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Structural insights into Ail-mediated adhesion in Yersinia pestis.

Laboratory of Molecular Biology, National Institute of Diabetes and Digestive and Kidney Diseases, National Institutes of Health, Bethesda, MD 20892-8030, USA.
Structure (Impact Factor: 5.99). 11/2011; 19(11):1672-82. DOI: 10.1016/j.str.2011.08.010
Source: PubMed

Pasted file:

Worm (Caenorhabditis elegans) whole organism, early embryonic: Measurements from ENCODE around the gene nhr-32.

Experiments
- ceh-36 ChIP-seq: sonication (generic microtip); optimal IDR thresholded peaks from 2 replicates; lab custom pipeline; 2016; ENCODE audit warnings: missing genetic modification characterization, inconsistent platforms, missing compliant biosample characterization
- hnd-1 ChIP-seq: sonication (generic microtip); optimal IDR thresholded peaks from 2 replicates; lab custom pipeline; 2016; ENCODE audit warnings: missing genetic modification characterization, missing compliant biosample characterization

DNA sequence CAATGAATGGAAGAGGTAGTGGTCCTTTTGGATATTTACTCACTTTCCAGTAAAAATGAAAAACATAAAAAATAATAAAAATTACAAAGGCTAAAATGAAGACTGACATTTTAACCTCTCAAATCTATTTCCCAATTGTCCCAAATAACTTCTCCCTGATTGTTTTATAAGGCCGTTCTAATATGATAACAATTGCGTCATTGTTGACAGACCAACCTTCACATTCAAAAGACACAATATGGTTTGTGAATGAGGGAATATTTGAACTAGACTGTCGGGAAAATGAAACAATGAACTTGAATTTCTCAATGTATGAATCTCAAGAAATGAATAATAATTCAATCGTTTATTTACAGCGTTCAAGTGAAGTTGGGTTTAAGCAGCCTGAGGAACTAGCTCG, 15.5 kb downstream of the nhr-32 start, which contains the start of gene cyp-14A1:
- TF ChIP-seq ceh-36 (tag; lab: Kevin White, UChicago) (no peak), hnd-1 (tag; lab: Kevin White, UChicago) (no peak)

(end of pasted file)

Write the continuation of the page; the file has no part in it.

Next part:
ABSTRACT Ail is an outer membrane protein from Yersinia pestis that is highly expressed in a rodent model of bubonic plague, making it a good candidate for vaccine development. Ail is important for attaching to host cells and evading host immune responses, facilitating rapid progression of a plague infection. Binding to host cells is important for injection of cytotoxic Yersinia outer proteins. To learn more about how Ail mediates adhesion, we solved two high-resolution crystal structures of Ail, with no ligand bound and in complex with a heparin analog called sucrose octasulfate. We identified multiple adhesion targets, including laminin and heparin, and showed that a 40 kDa domain of laminin called LG4-5 specifically binds to Ail. We also evaluated the contribution of laminin to delivery of Yops to HEp-2 cells. This work constitutes a structural description of how a bacterial outer membrane protein uses a multivalent approach to bind host cells.

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